About to have a Colostomy?

At least 65,000, probably many more, people in the UK have a colostomy, so it is quite likely that you have already met someone who has one, but you would never know.

What is a Colostomy?
Sometimes, for medical reasons, part of the large bowel (colon and rectum) has to be removed or bypassed. This means that bowel motions can no longer be passed out of the body through the anus in the usual way. Therefore an operation is performed to create a new opening on the front of the abdomen. The colon is brought out through the skin to form a colostomy. This new outlet is pink and moist like the inside of the mouth and is called a stoma.
A colostomy is one of three main types of stoma. People also commonly receive an ileostomy where the small intestine has been removed or bypassed, or an urostomy for the bladder.
Why do some people need a colostomy?
Most colostomies are formed because of cancer, but this is by no means the only reason. They can be the result of diverticulitis, perforated bowel, bowel obstruction, Crohn’s disease, ulcerative colitis, birth defects or accidental injury. In some cases, rather than to save life, the reason may be to improve the quality of life, for example in those who suffer from incontinence or chronic constipation, or have a spinal injury or MS.
Permanent of Temporary?
A colostomy may be formed to divert the motions away from the part of the bowel “downstream” from the stoma, to allow a join in the bowel or a diseased section to heal. If this is the case the colostomy may be temporary as it can be reversed (the two ends joined together) at a later date. If the whole bowel “downstream” from the stoma has been removed then a stoma will be permanent.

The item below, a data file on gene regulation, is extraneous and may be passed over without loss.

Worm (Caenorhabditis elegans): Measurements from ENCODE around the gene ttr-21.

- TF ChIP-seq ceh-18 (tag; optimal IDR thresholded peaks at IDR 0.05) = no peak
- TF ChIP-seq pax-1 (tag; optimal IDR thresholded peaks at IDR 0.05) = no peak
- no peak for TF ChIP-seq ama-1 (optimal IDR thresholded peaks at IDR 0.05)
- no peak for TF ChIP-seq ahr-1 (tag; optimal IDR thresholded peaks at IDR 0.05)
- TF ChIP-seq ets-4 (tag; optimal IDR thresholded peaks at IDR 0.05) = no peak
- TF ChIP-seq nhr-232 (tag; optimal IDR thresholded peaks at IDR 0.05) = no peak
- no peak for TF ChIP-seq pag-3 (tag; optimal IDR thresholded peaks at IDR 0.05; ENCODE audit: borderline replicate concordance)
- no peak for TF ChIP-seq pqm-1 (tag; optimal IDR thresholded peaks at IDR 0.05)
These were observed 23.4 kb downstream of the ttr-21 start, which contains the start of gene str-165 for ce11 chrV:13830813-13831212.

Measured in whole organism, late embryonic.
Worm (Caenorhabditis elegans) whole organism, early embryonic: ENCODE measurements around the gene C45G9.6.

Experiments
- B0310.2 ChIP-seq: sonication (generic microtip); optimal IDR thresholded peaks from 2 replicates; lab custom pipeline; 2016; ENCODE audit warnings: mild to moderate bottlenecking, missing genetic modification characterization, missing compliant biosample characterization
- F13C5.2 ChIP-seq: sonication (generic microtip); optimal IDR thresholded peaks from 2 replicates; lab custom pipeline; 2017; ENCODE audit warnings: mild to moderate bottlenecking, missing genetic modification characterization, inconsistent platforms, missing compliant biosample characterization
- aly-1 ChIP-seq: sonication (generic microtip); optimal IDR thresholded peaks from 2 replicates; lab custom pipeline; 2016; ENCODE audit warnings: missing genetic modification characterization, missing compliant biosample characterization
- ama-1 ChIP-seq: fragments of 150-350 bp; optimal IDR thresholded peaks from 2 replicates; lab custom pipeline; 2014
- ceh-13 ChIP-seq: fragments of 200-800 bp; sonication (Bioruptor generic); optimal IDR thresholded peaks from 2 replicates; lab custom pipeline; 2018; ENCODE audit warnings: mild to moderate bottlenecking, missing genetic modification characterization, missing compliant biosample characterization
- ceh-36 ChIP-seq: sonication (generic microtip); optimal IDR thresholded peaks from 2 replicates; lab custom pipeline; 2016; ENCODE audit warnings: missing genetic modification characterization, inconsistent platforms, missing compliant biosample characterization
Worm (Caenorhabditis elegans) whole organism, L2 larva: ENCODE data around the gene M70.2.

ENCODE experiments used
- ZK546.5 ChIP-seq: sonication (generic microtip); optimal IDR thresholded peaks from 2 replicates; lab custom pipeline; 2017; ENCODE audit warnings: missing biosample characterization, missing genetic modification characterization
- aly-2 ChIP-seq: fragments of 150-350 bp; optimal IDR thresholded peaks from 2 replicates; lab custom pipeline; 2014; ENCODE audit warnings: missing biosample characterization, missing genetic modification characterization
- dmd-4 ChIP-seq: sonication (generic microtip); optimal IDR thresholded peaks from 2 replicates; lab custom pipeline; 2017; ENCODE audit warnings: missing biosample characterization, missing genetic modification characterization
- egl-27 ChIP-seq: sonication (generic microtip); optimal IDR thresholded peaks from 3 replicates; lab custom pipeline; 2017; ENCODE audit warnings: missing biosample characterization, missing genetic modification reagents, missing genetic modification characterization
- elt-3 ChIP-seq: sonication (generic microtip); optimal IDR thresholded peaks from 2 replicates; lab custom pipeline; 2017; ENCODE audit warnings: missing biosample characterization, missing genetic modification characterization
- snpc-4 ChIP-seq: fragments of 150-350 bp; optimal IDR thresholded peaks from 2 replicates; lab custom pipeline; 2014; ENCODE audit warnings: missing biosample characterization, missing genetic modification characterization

Life with a Colostomy
Bowel motions are passed out through the stoma and collected in a special disposable colostomy bag which fits over the stoma and sticks to the skin around it. These bags or pouches are about the size of your hand; there are many different types to choose from and they are available on prescription.
Before you go into hospital you will probably be introduced to a stoma care nurse who will explain what is to happen, discuss with you the best position for your stoma and answer any questions. After the operation she will teach you how to care for your colostomy and how to change your bag.
It takes a while to get used to a colostomy, but your confidence will increase with time as you learn when your colostomy is most likely to be active and you become quicker and more proficient at changing the bag.
There are other methods of managing a colostomy. Irrigation allows you to decide when you wish to evacuate the bowel. It involves using specialist equipment to introduce a measured amount of water into the colon. However, irrigation is not possible with some medical conditions or types of stoma so before the operation you may wish to ask your surgeon if this would be an option for you. The irrigation technique needs to be taught and the first attempts supervised by a stoma care nurse.
Before your surgery and during the early days after your operation it may help to speak to someone else with a colostomy. This can be arranged if you call the CA Freephone Helpline 0800 328 4257, or alternatively you can join us on Facebook.
Having a colostomy will not mean that you have to make significant changes to your lifestyle. Most people are able to eat the same foods as before; like everyone else you will be advised to eat regular well balanced meals. You should be able to wear similar clothes to those you wore before the operation.
There are people who have had colostomies for many years. They have led normal lives, had careers, have partners and children, take part in sport, and travel all over the world.
For more information download our leaflet “Living with a Colostomy”
For information on how to obtain your supplies and prescribing guidelines please click here.

Colostomy Association registered charity number: 1113471 All material © 2017 Colostomy Association. Reproduced by prior permission only.

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